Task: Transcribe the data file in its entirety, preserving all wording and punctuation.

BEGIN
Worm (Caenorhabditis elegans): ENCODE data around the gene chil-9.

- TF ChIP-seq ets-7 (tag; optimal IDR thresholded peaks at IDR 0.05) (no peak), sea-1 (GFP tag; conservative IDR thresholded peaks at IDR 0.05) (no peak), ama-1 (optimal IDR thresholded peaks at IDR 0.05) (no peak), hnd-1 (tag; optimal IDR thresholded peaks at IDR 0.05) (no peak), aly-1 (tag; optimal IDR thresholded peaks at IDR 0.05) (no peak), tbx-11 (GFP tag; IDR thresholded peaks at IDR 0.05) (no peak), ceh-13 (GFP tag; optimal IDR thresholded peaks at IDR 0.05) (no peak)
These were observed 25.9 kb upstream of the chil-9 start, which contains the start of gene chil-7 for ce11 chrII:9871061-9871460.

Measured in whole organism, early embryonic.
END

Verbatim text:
Worm (Caenorhabditis elegans): ENCODE data around the gene chil-9.

- TF ChIP-seq ets-7 (tag; optimal IDR thresholded peaks at IDR 0.05) (no peak), sea-1 (GFP tag; conservative IDR thresholded peaks at IDR 0.05) (no peak), ama-1 (optimal IDR thresholded peaks at IDR 0.05) (no peak), hnd-1 (tag; optimal IDR thresholded peaks at IDR 0.05) (no peak), aly-1 (tag; optimal IDR thresholded peaks at IDR 0.05) (no peak), tbx-11 (GFP tag; IDR thresholded peaks at IDR 0.05) (no peak), ceh-13 (GFP tag; optimal IDR thresholded peaks at IDR 0.05) (no peak)
These were observed 25.9 kb upstream of the chil-9 start, which contains the start of gene chil-7 for ce11 chrII:9871061-9871460.

Measured in whole organism, early embryonic.